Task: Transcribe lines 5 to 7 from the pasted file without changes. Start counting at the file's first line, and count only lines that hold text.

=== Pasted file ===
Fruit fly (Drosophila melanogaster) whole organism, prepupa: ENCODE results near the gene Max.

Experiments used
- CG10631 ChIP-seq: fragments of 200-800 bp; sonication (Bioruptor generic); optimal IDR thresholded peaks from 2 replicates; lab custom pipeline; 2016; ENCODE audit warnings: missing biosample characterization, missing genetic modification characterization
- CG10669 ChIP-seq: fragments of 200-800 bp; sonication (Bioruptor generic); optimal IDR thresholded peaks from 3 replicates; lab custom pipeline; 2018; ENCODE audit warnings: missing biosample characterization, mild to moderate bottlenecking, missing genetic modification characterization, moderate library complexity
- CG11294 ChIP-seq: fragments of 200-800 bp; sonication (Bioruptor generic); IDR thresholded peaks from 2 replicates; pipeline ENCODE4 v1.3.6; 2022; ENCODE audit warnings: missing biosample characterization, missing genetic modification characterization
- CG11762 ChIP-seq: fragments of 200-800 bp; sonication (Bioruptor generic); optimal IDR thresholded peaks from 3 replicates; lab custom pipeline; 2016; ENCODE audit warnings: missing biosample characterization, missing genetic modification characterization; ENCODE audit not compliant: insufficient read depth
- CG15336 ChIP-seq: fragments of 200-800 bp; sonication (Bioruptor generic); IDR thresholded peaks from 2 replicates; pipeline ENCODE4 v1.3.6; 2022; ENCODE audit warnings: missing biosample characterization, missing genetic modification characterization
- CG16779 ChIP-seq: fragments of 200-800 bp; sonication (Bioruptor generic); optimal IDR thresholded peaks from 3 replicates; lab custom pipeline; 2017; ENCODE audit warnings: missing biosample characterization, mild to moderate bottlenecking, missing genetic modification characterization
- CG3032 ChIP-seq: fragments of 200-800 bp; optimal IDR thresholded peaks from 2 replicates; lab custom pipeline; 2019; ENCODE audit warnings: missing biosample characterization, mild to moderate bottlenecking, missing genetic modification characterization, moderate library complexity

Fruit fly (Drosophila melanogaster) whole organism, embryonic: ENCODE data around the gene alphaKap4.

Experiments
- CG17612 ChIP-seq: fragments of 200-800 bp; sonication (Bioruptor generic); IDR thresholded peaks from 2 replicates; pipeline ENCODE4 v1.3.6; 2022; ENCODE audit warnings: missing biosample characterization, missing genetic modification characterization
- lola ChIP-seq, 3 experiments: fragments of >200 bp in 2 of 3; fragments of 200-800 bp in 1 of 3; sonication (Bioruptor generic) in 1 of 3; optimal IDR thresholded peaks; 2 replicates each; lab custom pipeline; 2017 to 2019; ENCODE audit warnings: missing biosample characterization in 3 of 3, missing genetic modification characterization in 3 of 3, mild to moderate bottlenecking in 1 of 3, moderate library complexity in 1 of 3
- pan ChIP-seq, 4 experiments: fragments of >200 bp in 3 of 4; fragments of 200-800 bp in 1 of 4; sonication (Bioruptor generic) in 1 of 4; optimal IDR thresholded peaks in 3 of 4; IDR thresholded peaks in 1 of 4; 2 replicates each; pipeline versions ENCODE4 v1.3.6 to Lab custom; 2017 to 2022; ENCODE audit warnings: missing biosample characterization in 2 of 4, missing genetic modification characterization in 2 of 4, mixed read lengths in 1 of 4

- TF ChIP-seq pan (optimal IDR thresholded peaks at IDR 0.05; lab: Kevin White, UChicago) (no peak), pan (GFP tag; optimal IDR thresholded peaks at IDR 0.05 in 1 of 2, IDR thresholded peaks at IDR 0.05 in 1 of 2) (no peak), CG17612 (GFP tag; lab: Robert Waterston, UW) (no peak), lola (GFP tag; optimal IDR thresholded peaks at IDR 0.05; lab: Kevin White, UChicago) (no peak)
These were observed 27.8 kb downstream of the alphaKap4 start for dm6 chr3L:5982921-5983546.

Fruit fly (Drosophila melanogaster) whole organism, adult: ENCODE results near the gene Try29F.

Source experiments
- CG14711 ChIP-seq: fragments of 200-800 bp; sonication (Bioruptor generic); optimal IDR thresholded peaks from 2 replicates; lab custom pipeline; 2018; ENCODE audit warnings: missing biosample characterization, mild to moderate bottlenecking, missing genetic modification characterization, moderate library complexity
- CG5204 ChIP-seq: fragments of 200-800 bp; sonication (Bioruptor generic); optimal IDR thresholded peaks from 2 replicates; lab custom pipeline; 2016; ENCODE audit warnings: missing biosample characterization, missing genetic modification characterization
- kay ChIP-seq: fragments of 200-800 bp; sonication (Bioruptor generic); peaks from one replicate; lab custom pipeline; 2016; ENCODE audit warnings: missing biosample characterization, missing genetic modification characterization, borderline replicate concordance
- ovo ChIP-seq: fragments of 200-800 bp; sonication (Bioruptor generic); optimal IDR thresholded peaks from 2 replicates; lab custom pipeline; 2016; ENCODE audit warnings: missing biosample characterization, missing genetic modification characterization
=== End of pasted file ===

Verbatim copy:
- CG11294 ChIP-seq: fragments of 200-800 bp; sonication (Bioruptor generic); IDR thresholded peaks from 2 replicates; pipeline ENCODE4 v1.3.6; 2022; ENCODE audit warnings: missing biosample characterization, missing genetic modification characterization
- CG11762 ChIP-seq: fragments of 200-800 bp; sonication (Bioruptor generic); optimal IDR thresholded peaks from 3 replicates; lab custom pipeline; 2016; ENCODE audit warnings: missing biosample characterization, missing genetic modification characterization; ENCODE audit not compliant: insufficient read depth
- CG15336 ChIP-seq: fragments of 200-800 bp; sonication (Bioruptor generic); IDR thresholded peaks from 2 replicates; pipeline ENCODE4 v1.3.6; 2022; ENCODE audit warnings: missing biosample characterization, missing genetic modification characterization